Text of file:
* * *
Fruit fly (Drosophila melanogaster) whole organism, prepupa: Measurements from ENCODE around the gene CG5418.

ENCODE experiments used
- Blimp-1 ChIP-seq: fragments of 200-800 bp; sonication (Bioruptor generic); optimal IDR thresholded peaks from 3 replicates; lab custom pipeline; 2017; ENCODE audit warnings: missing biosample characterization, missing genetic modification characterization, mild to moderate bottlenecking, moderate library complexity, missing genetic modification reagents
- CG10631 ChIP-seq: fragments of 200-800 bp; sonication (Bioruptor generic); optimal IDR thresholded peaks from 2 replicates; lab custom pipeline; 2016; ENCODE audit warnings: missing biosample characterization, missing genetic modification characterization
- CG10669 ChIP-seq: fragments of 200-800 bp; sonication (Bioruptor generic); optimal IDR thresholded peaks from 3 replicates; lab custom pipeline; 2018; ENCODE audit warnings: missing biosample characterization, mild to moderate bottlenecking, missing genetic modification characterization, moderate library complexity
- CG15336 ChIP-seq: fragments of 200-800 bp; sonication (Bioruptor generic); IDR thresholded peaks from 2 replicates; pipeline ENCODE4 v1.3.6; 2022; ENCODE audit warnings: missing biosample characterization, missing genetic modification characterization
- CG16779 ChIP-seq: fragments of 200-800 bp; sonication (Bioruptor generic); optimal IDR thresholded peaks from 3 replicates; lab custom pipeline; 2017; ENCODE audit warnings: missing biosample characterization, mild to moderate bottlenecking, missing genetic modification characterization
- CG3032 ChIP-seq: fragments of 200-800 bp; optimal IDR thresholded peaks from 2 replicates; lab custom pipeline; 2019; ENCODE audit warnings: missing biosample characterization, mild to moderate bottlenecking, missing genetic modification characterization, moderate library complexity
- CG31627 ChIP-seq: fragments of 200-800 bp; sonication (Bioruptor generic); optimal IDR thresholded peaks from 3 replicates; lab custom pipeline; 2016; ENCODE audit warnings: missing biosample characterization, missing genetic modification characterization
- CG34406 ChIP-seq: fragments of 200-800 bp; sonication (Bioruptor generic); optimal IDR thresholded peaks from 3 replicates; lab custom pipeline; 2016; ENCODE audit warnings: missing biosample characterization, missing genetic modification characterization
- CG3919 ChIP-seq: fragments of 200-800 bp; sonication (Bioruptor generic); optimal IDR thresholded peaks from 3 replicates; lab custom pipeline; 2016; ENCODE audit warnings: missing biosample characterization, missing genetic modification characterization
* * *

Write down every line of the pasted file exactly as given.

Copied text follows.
Fruit fly (Drosophila melanogaster) whole organism, prepupa: Measurements from ENCODE around the gene CG5418.

ENCODE experiments used
- Blimp-1 ChIP-seq: fragments of 200-800 bp; sonication (Bioruptor generic); optimal IDR thresholded peaks from 3 replicates; lab custom pipeline; 2017; ENCODE audit warnings: missing biosample characterization, missing genetic modification characterization, mild to moderate bottlenecking, moderate library complexity, missing genetic modification reagents
- CG10631 ChIP-seq: fragments of 200-800 bp; sonication (Bioruptor generic); optimal IDR thresholded peaks from 2 replicates; lab custom pipeline; 2016; ENCODE audit warnings: missing biosample characterization, missing genetic modification characterization
- CG10669 ChIP-seq: fragments of 200-800 bp; sonication (Bioruptor generic); optimal IDR thresholded peaks from 3 replicates; lab custom pipeline; 2018; ENCODE audit warnings: missing biosample characterization, mild to moderate bottlenecking, missing genetic modification characterization, moderate library complexity
- CG15336 ChIP-seq: fragments of 200-800 bp; sonication (Bioruptor generic); IDR thresholded peaks from 2 replicates; pipeline ENCODE4 v1.3.6; 2022; ENCODE audit warnings: missing biosample characterization, missing genetic modification characterization
- CG16779 ChIP-seq: fragments of 200-800 bp; sonication (Bioruptor generic); optimal IDR thresholded peaks from 3 replicates; lab custom pipeline; 2017; ENCODE audit warnings: missing biosample characterization, mild to moderate bottlenecking, missing genetic modification characterization
- CG3032 ChIP-seq: fragments of 200-800 bp; optimal IDR thresholded peaks from 2 replicates; lab custom pipeline; 2019; ENCODE audit warnings: missing biosample characterization, mild to moderate bottlenecking, missing genetic modification characterization, moderate library complexity
- CG31627 ChIP-seq: fragments of 200-800 bp; sonication (Bioruptor generic); optimal IDR thresholded peaks from 3 replicates; lab custom pipeline; 2016; ENCODE audit warnings: missing biosample characterization, missing genetic modification characterization
- CG34406 ChIP-seq: fragments of 200-800 bp; sonication (Bioruptor generic); optimal IDR thresholded peaks from 3 replicates; lab custom pipeline; 2016; ENCODE audit warnings: missing biosample characterization, missing genetic modification characterization
- CG3919 ChIP-seq: fragments of 200-800 bp; sonication (Bioruptor generic); optimal IDR thresholded peaks from 3 replicates; lab custom pipeline; 2016; ENCODE audit warnings: missing biosample characterization, missing genetic modification characterization